One aspect of the programmes of study on which Robin Alexander does comment is the handling of spoken language (‘speaking and listening’ in the current national curriculum). Rather than raise the profile of spoken language as was urgently needed (and as CPR’s final report recommended), ministers have effectively downgraded it, thus rejecting an unassailable body of evidence that demonstrates the essential place of talk in children’s development, thinking and learning across the board as well as, self-evidently, in their literacy and those vital skills of communication whose inadequacy among school leavers the nation’s employers regularly deplore.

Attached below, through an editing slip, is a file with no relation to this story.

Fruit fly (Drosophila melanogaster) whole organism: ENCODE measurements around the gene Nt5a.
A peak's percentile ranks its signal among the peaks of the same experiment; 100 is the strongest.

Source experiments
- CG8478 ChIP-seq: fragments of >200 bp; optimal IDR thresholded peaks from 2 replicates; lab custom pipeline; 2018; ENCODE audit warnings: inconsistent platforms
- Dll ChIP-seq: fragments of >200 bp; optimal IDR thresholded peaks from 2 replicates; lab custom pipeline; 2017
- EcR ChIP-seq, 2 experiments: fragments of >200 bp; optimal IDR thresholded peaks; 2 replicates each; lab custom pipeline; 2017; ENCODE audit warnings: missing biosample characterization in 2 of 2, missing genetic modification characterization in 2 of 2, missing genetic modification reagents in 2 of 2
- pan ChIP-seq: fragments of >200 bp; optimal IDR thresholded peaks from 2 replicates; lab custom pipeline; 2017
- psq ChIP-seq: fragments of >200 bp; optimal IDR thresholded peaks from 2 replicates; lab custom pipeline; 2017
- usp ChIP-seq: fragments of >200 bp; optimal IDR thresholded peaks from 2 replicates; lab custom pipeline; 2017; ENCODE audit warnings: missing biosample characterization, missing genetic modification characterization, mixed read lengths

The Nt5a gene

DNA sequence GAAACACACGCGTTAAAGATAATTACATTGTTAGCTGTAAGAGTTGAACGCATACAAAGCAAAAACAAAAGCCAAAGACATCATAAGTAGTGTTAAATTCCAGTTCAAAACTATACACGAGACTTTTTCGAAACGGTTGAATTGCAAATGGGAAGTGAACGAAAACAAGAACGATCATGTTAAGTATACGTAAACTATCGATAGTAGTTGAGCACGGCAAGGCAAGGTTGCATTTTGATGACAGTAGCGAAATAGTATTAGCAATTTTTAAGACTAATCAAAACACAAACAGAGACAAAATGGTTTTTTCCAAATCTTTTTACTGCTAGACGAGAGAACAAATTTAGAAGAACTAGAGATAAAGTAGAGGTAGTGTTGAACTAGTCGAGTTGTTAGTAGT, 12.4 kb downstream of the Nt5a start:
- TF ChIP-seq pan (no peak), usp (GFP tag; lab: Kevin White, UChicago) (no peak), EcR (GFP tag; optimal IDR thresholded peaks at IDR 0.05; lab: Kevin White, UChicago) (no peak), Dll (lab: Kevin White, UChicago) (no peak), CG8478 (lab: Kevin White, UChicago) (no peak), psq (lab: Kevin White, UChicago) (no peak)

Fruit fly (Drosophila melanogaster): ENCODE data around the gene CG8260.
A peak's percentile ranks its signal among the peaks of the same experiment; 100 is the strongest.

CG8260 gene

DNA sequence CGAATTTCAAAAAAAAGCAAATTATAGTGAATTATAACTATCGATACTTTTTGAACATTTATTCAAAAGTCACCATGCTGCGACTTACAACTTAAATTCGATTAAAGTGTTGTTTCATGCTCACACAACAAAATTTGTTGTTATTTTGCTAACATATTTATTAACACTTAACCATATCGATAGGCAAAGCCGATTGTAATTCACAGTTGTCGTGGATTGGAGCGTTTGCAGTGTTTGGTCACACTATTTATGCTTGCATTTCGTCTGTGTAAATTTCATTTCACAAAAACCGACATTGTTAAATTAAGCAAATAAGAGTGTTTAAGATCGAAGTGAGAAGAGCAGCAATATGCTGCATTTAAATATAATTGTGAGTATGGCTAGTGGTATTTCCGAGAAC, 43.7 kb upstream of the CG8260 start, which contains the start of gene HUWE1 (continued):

Today’s politicians understand only too well the persuasive power of talk. Could it be that they don’t wish to share that power with tomorrow’s voters?
Read Robin Alexander’s response to the Secretary of State’s letter outlining the government’s national curriculum proposals:
Read Robin Alexander’s paper for DfE on spoken language in the national curriculum: